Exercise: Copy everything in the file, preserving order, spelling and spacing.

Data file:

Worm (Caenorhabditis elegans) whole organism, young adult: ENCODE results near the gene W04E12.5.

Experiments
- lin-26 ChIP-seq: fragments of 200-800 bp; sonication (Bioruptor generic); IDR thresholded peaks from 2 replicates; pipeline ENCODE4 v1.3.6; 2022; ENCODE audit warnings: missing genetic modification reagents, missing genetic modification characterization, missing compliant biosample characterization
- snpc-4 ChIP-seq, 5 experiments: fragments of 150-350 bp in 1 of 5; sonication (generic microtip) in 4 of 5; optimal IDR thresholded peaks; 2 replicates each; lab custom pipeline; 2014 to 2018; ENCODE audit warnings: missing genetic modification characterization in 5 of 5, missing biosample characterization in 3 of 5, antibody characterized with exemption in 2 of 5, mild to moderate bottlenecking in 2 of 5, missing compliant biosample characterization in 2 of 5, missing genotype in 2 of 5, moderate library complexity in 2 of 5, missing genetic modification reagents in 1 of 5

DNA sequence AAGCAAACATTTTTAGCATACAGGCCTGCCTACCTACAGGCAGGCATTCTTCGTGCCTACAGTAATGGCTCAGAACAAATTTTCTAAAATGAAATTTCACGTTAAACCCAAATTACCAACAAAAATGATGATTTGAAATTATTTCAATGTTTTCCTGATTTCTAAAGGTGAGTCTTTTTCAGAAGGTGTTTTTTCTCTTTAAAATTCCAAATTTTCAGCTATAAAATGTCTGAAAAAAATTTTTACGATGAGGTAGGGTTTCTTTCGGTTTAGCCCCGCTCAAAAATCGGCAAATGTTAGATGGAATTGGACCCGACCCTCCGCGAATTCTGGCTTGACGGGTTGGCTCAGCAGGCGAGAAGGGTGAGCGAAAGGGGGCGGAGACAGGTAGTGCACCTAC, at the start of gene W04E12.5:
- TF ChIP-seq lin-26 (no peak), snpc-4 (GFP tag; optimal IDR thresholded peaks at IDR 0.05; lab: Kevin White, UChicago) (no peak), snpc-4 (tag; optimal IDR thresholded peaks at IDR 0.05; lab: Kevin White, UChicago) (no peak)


Worm (Caenorhabditis elegans) whole organism, young adult: ENCODE results near the gene W04E12.5.

Experiments
- lin-26 ChIP-seq: fragments of 200-800 bp; sonication (Bioruptor generic); IDR thresholded peaks from 2 replicates; pipeline ENCODE4 v1.3.6; 2022; ENCODE audit warnings: missing genetic modification reagents, missing genetic modification characterization, missing compliant biosample characterization
- snpc-4 ChIP-seq, 5 experiments: fragments of 150-350 bp in 1 of 5; sonication (generic microtip) in 4 of 5; optimal IDR thresholded peaks; 2 replicates each; lab custom pipeline; 2014 to 2018; ENCODE audit warnings: missing genetic modification characterization in 5 of 5, missing biosample characterization in 3 of 5, antibody characterized with exemption in 2 of 5, mild to moderate bottlenecking in 2 of 5, missing compliant biosample characterization in 2 of 5, missing genotype in 2 of 5, moderate library complexity in 2 of 5, missing genetic modification reagents in 1 of 5

DNA sequence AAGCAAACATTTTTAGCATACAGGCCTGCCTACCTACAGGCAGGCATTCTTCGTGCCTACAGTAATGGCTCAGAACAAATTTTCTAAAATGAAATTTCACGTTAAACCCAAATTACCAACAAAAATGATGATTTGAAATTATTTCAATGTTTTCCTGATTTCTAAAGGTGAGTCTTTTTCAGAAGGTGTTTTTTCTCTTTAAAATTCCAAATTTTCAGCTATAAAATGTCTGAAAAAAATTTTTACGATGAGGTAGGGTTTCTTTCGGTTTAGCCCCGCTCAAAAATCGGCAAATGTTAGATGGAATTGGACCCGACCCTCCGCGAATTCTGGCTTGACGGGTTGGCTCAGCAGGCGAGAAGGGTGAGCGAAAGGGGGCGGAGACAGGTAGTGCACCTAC, at the start of gene W04E12.5:
- TF ChIP-seq lin-26 (no peak), snpc-4 (GFP tag; optimal IDR thresholded peaks at IDR 0.05; lab: Kevin White, UChicago) (no peak), snpc-4 (tag; optimal IDR thresholded peaks at IDR 0.05; lab: Kevin White, UChicago) (no peak)